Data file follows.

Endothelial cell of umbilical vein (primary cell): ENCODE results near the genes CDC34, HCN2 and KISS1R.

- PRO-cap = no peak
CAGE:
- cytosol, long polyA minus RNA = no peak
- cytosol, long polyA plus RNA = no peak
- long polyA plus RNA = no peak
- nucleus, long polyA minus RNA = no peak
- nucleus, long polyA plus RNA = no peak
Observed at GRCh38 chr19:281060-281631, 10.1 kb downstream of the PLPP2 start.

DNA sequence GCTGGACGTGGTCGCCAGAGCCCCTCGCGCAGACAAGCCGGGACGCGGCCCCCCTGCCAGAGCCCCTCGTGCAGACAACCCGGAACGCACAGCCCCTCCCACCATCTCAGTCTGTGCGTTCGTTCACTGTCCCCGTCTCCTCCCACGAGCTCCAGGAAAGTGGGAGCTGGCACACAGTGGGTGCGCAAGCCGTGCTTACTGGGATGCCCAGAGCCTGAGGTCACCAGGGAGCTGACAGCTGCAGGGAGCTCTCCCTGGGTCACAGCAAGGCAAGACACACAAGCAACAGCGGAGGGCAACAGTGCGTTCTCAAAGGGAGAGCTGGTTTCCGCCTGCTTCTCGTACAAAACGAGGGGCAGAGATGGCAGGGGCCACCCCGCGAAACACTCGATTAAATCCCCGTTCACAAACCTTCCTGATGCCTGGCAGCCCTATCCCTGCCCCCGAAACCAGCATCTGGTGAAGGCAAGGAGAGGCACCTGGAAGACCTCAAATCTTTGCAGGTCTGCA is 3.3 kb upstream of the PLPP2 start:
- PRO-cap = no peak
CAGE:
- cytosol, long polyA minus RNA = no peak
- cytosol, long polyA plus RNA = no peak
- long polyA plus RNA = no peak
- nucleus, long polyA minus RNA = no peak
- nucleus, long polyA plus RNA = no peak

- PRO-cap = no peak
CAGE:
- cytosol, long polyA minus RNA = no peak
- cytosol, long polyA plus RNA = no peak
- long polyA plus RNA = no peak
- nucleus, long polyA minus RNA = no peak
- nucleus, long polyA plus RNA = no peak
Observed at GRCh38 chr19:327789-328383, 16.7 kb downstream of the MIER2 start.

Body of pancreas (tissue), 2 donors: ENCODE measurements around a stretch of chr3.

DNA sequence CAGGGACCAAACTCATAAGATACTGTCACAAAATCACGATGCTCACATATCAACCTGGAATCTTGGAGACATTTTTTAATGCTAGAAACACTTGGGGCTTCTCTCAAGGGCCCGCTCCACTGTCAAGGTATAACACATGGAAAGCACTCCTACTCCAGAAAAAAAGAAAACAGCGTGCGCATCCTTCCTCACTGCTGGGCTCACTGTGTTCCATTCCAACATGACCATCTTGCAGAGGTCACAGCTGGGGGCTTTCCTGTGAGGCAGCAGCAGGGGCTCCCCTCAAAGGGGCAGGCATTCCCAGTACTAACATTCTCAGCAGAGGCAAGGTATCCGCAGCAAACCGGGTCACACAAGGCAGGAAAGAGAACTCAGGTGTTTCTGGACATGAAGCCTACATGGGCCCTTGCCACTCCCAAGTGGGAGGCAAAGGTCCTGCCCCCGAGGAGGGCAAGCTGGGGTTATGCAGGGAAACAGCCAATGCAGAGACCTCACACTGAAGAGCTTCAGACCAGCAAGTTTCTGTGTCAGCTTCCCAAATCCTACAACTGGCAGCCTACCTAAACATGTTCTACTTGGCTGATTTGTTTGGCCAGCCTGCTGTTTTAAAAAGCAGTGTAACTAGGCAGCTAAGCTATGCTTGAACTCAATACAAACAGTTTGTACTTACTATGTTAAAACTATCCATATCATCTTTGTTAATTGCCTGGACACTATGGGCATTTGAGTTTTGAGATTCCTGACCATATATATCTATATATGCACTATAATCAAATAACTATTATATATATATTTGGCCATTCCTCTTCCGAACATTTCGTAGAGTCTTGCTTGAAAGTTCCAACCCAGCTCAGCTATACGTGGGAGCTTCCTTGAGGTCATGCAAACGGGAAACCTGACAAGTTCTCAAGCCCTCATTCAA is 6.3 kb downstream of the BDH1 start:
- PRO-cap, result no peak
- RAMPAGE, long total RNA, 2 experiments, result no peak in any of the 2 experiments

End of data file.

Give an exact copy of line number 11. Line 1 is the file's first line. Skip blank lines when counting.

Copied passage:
- PRO-cap = no peak